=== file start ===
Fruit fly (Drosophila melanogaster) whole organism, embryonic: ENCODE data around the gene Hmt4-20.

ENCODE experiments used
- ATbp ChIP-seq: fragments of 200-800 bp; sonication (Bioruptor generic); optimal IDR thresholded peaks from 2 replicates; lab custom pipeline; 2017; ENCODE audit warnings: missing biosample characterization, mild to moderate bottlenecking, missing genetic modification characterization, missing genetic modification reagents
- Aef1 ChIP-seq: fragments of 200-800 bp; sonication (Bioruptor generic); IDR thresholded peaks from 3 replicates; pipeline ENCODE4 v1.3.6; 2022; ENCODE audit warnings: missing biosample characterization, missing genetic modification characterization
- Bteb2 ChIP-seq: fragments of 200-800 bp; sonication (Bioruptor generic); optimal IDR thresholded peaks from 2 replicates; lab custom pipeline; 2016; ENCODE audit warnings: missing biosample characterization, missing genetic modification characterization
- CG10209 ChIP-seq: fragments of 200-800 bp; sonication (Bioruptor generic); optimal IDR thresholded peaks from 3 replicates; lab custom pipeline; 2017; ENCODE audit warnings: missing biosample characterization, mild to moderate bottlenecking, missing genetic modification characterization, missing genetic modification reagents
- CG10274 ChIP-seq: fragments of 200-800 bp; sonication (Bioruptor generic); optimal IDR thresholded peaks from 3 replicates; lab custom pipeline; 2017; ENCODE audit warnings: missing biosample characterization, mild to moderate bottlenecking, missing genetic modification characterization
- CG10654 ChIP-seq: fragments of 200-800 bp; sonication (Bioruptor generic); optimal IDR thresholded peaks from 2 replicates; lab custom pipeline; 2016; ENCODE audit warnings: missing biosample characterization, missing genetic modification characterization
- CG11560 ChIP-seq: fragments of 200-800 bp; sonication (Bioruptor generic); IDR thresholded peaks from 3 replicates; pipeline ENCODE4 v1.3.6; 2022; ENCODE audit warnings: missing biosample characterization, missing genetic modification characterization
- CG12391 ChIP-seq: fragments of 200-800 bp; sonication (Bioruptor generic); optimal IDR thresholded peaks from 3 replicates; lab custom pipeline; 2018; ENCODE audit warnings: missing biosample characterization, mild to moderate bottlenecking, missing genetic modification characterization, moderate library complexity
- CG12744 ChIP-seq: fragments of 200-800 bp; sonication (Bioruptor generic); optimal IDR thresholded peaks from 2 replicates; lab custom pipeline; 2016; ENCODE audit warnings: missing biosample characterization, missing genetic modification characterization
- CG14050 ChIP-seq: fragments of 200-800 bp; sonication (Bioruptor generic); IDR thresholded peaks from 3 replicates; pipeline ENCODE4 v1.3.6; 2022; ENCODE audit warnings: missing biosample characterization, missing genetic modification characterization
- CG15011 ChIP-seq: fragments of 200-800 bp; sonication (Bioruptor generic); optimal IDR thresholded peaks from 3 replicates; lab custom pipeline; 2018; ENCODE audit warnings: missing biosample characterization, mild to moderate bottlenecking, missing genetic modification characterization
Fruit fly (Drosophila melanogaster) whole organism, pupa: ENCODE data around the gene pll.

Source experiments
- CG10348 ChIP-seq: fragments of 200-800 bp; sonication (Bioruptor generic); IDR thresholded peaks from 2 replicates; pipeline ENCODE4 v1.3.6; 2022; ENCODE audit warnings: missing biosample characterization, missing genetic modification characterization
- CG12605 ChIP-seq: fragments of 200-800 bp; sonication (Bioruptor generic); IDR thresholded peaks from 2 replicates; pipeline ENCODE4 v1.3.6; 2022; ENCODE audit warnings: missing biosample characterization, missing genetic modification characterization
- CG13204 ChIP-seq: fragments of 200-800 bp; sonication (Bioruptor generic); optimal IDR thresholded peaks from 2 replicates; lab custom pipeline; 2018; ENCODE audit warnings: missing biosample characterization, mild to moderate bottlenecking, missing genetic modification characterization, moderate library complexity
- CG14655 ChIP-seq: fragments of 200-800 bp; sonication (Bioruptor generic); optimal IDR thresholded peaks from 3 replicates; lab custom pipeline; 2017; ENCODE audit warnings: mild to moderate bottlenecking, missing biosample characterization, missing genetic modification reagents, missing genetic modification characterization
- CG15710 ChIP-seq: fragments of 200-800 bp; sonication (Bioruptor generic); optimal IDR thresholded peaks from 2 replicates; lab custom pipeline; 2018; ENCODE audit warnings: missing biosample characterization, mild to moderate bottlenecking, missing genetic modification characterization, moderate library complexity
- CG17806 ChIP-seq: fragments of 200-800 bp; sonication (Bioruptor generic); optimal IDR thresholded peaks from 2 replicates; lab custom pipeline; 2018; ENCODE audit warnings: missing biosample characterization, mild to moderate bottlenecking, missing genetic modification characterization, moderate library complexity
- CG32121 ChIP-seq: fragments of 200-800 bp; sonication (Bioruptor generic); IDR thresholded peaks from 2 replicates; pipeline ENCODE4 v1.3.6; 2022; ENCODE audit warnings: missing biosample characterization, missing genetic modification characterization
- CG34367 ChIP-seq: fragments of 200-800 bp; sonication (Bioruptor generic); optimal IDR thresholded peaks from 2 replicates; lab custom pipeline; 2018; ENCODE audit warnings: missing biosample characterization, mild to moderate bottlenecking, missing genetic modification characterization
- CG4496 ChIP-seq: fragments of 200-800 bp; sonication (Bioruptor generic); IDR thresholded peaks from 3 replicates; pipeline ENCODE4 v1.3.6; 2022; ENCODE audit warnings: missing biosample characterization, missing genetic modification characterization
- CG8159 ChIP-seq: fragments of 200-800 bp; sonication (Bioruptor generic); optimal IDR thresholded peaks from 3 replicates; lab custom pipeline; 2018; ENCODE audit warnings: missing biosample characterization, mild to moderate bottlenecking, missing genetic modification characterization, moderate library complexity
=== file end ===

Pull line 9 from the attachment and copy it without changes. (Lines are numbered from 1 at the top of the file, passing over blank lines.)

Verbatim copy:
- CG11560 ChIP-seq: fragments of 200-800 bp; sonication (Bioruptor generic); IDR thresholded peaks from 3 replicates; pipeline ENCODE4 v1.3.6; 2022; ENCODE audit warnings: missing biosample characterization, missing genetic modification characterization